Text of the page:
Thursday, October 31, 2013

Making the most of sitting still and asking questions

It was New Zealand poet Elizabeth Smither who introduced me to Jane Kenyon's poetry. Elizabeth spoke passionately about Kenyon at the King's Lynn Poetry Festival a few years ago. So I found a Collected Poems (Graywolf Press, 2005) and last night, wrapped up in a duvet on the sofa, I was flicking through it again. What struck me was Kenyon's simplicity, her ability to make a poem when many others might have been left with an anecdote. 'The Sick Wife' and other last poems are clean as linen and as pleasurable to read as getting into a freshly made bed.
Flu has reminded me of the altered states I have neglected in the panic of trying to find work during these last few months. The habit of constant movement, of generating things to do. Why? Why worry so much?
The evidence from the world of fuller employment than mine doesn't show work off to its best. Layers of people saw Asda's tasteless halloween costumes and no-one put their jobs on the line to challenge a boss. Then there's phone hacking and daily ethical dilemmas in hundreds of thousands of jobs that crop up and are quashed.
Fear of losing a job, fear of being the person who makes a fuss, fear of challenge and what challenge means, fear of being unpopular, of being out of step with the rest, of being branded 'aggy', 'arsey', 'a pain'…without the habit of trade unions, without the habit of asking questions, fear spreads like a cold from a sneeze.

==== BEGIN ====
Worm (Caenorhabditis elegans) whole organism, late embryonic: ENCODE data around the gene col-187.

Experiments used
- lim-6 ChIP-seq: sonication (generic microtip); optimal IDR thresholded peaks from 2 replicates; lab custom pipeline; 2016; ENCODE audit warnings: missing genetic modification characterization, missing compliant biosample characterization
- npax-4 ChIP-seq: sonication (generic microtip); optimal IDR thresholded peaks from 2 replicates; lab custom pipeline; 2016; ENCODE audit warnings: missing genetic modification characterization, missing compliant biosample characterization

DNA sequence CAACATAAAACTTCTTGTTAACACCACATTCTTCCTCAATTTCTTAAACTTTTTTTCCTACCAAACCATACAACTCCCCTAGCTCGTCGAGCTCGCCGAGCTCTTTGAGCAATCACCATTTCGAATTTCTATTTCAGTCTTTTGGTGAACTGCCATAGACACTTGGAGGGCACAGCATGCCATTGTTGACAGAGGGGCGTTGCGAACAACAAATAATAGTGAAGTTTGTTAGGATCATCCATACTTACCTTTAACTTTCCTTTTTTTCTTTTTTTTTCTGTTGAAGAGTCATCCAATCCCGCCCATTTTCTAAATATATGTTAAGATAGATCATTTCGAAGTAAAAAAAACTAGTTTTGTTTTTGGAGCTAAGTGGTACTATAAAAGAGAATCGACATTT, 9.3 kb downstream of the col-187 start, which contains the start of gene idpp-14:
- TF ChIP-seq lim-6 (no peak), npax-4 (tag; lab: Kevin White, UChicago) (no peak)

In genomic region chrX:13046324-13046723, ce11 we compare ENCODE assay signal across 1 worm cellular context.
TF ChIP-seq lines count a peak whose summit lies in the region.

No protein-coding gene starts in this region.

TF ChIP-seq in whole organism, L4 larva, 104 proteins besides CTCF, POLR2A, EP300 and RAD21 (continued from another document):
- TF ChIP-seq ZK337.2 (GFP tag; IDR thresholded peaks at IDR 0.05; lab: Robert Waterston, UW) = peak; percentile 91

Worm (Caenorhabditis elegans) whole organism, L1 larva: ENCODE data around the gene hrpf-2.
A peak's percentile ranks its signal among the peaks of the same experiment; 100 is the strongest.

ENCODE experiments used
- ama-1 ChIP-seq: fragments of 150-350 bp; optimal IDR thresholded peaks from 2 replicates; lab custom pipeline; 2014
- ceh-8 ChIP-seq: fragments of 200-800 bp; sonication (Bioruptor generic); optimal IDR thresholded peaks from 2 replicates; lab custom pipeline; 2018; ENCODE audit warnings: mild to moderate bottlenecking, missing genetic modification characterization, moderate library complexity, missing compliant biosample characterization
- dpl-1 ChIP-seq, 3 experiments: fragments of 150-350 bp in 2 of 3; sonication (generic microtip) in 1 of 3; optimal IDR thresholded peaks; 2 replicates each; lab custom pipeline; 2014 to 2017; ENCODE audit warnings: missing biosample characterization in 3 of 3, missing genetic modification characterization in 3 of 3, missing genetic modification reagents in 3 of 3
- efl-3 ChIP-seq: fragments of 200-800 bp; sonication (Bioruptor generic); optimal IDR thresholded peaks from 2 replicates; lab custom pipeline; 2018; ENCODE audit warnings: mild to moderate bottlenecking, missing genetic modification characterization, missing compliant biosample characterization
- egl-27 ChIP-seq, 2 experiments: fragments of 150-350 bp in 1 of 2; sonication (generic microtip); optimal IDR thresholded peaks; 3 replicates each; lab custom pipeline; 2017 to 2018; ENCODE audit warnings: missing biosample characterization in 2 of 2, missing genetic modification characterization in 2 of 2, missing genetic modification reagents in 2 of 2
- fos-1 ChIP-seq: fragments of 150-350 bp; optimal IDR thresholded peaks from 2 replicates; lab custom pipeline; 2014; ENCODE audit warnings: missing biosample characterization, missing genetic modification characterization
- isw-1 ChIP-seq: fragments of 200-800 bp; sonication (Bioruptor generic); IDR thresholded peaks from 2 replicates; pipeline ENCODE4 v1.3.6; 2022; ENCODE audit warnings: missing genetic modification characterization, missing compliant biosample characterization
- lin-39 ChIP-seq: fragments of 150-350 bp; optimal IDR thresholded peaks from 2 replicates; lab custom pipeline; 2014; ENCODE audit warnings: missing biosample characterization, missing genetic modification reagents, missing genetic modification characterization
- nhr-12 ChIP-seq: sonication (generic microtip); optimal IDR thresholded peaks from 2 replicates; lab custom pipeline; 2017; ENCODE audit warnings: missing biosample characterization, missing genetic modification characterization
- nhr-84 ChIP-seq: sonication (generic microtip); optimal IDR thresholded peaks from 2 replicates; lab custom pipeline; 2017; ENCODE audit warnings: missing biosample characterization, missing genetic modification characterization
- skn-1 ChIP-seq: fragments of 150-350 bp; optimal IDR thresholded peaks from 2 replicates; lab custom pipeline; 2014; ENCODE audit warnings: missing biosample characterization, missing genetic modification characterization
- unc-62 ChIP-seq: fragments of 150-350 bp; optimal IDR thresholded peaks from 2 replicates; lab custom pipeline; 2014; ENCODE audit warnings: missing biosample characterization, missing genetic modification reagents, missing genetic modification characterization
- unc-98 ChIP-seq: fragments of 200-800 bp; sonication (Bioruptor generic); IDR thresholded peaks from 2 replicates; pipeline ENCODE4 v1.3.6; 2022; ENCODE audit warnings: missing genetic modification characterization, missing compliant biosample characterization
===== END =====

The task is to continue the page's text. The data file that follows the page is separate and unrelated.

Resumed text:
And as the questions drop away, the power of bosses consolidates, rises, opportunities for abuse multiply.
I was looking at a beautiful photo from my last trip to South Africa of a group of women sitting on a pile of logs - in the middle, in the pink headscarf is one of Risenga's grandmothers. To her right is a daughter and grand-daughter, to her left another grand-daughter together with several great grand-children. These women live in Nwamatatane, a village in Limpopo that's been stripped of trees. It's hot and dusty. When we arrived in the village they were sitting on the logs chatting. When we left they were doing the same. These are hard-working women who do everything necessary to stay alive and keep large families alive, but they still have time to sit and chat. I was impressed.
When I was in Mashau, people regularly made the trek up the hill to sit and chat - little boys, young men, local women. I was frustrated sometimes when it meant the number I was feeding went up. But when I could give into it, there was pleasure in working to exist: cooking, fetching wood and water, washing clothes. It was exhausting, I don't elevate it and I came back questioning art. But it reminded me of the balance that has changed in my 58 years in the world: once, in my life, there was a time I needed less and I thought more. I had more time to sit and daydream, read, listen to music, watch films, walk. That was a time when questions were celebrated, welcomed, when a question was not a challenge but an opportunity, when a question was not answered with a finger pointing at a notice asserting the right to work without threat.
In the fug of flu's daydreaming I have made the difficult journey back to idleness, however imperfectly, and as I recover my energy, I will be looking ahead to adding another manifesto to the cannon of doing nothing and asking more questions.